Saugerties author Vernon Benjamin continues chronicles of Hudson River Valley in follow-up book
KINGSTON >> From the earliest days of man, the Hudson River Valley has played an important role in the progress of humanity and our nation.
In his first book, “The History of the Hudson River Valley: From Wilderness to the Civil War, Saugerties resident Vernon Benjamin traced the history of the earliest days of the valley, which is roughly comprised of the area bordered by the Berkshires on the east, the Catskills on the west, the Adirondack foothills that begin at Glens Falls on the north and New York City to the south.
In June, Benjamin released a sequel to that book, “The History of the Hudson River Valley: From the Civil War to Modern Times.
The new book, Benjamin said, picks up from where his first book left off — with President Abraham Lincoln’s funeral train passing through the valley and ends just before the terrorist attacks of Sept. 11, 2001, because Benjamin said, at the time of the writing, there was still a great deal unfolding, and he felt it would have been inappropriate for him to fix at that time, the moment in history.
Along the way, Benjamin explores the impact of the Industrial Revolution, the resulting rise in the mansions that would dot the riverfront, the emergence of the Hudson River School of Art, the new prominence of the railroad, the construction of the New York City aqueducts, prohibition, the end of World War II, Woodstock, and the birth of the environmental movement.
He also delves into some of the political and governmental actions and efforts during that time and how those activities not only helped to shape the future of the Hudson River Valley, but also of the nation.
In a recent interview, Benjamin talked about the dawn of the Industrial Revolution, and how the changing modes of transportation reshaped the region and opened up areas that there-to-fore inaccessible portions of the state.
“Following the Civil War, the Hudson River Valley moved essentially from a rural mom-andpop small business society,” into one, he said, that was “driven by big money and big profits.”
Railroad tycoons and financiers found their way into the Hudson River Valley, using the river for business and pleasure and its shores for their vacation homes.
“There was a lot of wheeling and dealing of big power brokers and monied people on the river who treated it as their recreation area,” said Benjamin adding that the wide open lands along the river’s banks also made ideal locations for the mansions of those in high society.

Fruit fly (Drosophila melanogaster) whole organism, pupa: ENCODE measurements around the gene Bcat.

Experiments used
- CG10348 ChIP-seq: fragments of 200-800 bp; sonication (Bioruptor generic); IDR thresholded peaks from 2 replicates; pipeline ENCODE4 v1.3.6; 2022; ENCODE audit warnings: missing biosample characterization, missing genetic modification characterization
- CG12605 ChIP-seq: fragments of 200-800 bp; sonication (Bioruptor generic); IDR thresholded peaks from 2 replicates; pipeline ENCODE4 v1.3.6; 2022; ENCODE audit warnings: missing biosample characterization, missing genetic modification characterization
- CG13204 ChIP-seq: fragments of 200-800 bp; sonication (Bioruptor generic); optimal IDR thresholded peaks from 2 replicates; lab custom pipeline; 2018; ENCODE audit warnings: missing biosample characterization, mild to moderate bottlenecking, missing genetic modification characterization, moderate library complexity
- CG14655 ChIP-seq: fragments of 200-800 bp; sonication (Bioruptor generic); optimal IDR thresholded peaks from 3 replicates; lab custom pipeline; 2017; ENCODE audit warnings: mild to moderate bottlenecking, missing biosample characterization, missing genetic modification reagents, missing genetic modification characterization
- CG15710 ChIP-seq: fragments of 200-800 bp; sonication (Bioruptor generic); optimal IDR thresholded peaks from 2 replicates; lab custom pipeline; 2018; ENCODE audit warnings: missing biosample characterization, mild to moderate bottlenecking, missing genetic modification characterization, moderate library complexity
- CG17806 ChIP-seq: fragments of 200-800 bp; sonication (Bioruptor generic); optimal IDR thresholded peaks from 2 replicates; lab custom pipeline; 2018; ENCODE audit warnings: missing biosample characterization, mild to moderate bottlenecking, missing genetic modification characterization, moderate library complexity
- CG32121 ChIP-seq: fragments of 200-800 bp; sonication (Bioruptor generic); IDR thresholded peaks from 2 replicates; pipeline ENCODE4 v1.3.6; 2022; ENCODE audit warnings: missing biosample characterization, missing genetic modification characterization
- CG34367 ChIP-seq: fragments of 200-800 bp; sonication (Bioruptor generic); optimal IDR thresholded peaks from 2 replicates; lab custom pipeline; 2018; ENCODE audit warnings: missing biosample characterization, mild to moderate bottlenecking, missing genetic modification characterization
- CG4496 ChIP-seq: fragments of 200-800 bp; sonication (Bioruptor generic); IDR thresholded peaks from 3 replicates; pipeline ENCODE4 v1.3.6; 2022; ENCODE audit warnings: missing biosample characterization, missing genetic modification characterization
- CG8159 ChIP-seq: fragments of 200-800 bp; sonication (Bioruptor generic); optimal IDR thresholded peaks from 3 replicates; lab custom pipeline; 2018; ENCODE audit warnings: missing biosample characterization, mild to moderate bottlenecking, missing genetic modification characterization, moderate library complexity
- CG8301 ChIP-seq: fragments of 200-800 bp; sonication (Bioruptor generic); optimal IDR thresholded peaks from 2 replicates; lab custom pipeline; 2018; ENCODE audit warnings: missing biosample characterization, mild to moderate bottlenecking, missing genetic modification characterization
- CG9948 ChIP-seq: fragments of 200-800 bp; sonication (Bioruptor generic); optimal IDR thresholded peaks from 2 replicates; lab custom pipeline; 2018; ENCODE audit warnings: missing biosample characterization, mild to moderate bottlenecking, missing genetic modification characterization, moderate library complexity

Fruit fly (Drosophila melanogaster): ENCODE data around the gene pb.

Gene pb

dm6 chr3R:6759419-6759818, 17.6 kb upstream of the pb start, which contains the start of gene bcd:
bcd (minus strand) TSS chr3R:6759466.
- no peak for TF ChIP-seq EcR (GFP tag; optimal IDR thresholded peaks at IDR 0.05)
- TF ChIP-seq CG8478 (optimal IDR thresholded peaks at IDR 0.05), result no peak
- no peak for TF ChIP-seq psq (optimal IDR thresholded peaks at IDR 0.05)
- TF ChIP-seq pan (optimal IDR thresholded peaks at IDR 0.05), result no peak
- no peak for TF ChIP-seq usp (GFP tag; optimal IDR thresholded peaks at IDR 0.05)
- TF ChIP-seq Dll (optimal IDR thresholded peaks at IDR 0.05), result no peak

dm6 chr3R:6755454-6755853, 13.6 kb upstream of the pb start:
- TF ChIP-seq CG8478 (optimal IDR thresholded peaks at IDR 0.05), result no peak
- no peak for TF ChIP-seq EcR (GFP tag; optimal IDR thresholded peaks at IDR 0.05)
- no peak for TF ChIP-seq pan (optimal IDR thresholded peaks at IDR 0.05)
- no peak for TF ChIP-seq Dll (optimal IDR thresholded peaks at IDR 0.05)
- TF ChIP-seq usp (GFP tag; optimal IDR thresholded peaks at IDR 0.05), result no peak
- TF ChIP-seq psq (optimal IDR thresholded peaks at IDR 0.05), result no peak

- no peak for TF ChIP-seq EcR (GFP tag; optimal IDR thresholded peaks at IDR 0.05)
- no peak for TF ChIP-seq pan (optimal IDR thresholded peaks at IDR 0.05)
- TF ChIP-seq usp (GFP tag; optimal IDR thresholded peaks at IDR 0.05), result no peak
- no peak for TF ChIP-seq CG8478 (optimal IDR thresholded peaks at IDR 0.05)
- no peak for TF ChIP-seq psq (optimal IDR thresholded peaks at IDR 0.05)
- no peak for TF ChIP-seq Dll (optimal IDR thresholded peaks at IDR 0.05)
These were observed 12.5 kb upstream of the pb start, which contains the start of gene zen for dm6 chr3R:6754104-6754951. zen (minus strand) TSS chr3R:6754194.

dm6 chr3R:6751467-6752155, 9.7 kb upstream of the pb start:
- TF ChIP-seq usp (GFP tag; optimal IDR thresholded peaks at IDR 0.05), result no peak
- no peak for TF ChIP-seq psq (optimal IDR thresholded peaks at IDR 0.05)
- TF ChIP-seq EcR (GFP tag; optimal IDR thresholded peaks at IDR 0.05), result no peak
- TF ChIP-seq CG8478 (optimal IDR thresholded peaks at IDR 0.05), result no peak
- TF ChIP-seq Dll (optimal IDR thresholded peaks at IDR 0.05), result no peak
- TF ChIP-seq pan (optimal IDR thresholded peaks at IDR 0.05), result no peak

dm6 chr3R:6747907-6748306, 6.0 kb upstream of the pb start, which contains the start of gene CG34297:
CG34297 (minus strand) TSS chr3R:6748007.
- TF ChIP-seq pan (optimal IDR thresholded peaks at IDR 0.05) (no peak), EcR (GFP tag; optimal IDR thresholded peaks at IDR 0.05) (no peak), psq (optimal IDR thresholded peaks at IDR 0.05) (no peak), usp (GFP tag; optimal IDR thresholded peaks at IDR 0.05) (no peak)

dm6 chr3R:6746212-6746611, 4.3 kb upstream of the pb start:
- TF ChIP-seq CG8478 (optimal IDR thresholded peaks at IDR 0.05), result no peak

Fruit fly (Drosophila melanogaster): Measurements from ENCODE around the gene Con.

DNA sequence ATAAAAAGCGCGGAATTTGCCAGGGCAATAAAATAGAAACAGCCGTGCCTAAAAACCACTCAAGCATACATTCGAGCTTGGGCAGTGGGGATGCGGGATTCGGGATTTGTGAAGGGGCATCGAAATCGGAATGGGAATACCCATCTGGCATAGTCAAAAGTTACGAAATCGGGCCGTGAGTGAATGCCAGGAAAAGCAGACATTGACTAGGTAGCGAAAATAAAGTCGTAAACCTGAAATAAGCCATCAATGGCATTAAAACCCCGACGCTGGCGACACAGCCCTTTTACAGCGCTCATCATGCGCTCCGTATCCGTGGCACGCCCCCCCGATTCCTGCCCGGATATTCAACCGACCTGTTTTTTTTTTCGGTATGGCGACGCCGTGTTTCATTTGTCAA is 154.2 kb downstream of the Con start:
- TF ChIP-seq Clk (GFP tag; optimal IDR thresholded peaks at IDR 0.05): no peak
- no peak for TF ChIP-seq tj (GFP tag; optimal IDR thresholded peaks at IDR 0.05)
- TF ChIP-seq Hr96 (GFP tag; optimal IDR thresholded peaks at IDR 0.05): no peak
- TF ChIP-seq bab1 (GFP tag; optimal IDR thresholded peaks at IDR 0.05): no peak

As quickly as the steamboat replaced the sloop, and the railroad replaced the steamboat, though, the automobile in the early 20th century began to become the preferred method of transportation and with that the demand for roads to drive on. With the construction of highways, and eventually, the New York State Thruway, the region was opened to an industry remains one of the top industries today: tourism.
“Tourists came first for their health and to get out of the miasma of the city. They also came for the relaxation and the relief from the heat,” said Benjamin. “Then, they realized this is the landscape that defined America and they came for the culture.”
Taken together, the two books represent more than 1,200 pages of text and 23 years of Benjamin’s life. Since the release of his second volume, Benjamin has been on the author’s circuit, appearing at book stores, libraries and historical societies to talk about his works and the history he’s uncovered.
“An odd thing happened to me when I finished the book,” he said with a laugh. “I crawled out of my cave, by doctor put me on high doses of vitamin D for a month and I started writing fiction.
“I’ve never done that before, but it’s something I’m going to fool around with,” he said.
Saugerties resident and author Vernon Benjamin stands along the shore of the Hudson River on a trail out to the Saugerties Lighthouse.
Online: Watch a video with this story at dailyfreeman.com
Saugerties author Vernon Benjamin.